South Korea Said to Seize Ship Suspected of Oil Transfers

Updated on
  • Trump warned China over illicit petroleum sales to North Korea
  • South Koreans refuse to allow the oil carrier to leave port

North Korea Crisis Continues to Escalate

South Korea is holding another vessel over suspicions it transferred petroleum products to a North Korean vessel -- the second seizure to come to light since President Donald Trump warned China against illicit oil sales to North Korea.

South Korean authorities are investigating a Panamanian vessel over suspicions it transferred oil products to a North Korean ship, Yonhap News reported on Sunday, citing a regional fisheries office. Intelligence and customs officials met regarding the 5,100-ton oil carrier named KOTI on Dec. 21 and decided not to allow it to leave port.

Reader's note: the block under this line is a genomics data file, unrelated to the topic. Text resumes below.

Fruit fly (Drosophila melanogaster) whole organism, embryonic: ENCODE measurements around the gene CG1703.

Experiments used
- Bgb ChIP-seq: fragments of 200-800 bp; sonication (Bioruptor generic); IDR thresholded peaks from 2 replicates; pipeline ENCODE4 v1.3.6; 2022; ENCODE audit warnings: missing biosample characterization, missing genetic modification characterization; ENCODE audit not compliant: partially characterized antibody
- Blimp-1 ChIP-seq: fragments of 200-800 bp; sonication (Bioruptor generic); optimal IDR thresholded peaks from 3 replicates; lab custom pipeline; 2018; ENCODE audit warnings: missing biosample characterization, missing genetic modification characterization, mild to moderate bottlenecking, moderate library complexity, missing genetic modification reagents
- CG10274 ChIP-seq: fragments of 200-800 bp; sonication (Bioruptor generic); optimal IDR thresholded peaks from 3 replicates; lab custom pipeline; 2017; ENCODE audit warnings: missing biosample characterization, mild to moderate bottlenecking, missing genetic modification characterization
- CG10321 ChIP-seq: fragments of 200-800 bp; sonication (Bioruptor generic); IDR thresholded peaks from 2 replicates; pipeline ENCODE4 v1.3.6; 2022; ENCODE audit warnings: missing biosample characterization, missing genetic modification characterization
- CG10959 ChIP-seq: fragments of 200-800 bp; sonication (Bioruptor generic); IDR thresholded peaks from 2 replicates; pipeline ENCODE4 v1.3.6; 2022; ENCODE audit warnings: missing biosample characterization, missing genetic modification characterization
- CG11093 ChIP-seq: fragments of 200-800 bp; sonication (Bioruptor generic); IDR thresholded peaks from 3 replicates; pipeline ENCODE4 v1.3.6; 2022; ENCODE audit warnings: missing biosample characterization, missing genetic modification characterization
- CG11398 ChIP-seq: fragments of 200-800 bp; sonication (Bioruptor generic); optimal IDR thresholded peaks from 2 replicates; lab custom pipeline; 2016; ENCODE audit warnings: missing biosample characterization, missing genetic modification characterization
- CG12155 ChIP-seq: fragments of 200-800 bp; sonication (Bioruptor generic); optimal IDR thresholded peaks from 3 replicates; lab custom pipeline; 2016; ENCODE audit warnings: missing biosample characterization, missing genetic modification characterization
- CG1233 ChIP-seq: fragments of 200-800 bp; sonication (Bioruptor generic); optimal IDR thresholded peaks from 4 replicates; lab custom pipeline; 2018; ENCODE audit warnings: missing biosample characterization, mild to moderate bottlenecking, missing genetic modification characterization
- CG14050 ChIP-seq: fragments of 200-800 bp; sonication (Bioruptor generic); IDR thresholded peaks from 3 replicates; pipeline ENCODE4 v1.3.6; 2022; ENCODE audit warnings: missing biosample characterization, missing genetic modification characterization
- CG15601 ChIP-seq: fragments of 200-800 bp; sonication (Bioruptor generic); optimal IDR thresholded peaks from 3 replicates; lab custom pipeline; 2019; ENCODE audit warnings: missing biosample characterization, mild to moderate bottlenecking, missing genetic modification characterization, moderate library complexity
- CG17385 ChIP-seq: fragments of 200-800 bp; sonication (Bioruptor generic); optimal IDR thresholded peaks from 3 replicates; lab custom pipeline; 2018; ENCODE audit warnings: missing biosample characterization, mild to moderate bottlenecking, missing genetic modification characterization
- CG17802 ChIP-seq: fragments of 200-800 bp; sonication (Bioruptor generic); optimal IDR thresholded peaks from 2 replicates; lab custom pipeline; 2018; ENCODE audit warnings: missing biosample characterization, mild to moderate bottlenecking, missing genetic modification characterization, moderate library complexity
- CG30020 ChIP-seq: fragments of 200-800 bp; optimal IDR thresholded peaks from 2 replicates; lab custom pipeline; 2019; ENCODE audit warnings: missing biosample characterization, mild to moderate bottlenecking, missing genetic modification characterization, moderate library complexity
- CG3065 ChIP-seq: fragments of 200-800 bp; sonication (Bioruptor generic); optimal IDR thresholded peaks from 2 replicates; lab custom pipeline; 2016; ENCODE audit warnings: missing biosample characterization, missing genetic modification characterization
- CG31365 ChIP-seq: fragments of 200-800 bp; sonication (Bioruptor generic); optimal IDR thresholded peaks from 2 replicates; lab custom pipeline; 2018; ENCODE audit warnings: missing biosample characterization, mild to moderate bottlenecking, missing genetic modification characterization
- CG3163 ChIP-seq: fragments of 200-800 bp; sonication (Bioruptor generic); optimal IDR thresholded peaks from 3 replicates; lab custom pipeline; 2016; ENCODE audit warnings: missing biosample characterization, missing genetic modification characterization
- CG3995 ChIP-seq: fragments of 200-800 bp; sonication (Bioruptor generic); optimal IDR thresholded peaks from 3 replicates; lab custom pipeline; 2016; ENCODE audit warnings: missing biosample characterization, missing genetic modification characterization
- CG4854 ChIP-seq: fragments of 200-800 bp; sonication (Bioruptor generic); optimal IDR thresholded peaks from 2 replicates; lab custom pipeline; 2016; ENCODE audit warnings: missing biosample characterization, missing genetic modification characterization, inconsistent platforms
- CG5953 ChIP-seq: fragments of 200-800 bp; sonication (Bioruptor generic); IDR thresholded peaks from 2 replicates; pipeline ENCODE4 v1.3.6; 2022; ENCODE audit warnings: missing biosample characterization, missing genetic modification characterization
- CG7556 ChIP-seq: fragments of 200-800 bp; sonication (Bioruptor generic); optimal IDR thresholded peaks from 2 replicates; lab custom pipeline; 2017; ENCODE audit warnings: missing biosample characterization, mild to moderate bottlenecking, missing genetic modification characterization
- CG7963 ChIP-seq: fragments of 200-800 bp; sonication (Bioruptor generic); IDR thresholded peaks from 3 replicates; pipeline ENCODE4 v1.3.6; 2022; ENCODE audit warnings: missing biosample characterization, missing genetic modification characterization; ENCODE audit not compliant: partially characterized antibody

Trump has warned that illicit oil sales to North Korea may jeopardize a peaceful resolution to the confrontation over Kim Jong Un’s nuclear weapons and missile programs, though China has denied reports of petroleum sales to North Korea. South Korea seized a Hong Kong-flagged vessel named the Lighthouse Winmore, Yonhap reported on Friday.

South Korea “is closely monitoring the North’s movement to evade sanctions, while we are closely discussing with related countries and offices to thoroughly carry out UN Security Council resolutions,” the foreign ministry said in a statement. “As the government is investigating the KOTI case, we cannot confirm details.”

China will uphold the United Nations’ authority and status, and fulfill its international duties, Chinese President Xi Jinping said in brief New Year’s comments on state television Sunday evening. He added that his country will always be a builder of world peace.

Most of the KOTI’s crew members are Chinese and Myanmarese, Yonhap reported. The news agency did not say when or where South Korea seized the vessel. Calls by Bloomberg to the Pyeongtaek fisheries office went unanswered on Sunday.

— With assistance by Philip Glamann, Sohee Kim, and Gary Gao

    Before it's here, it's on the Bloomberg Terminal.
    LEARN MORE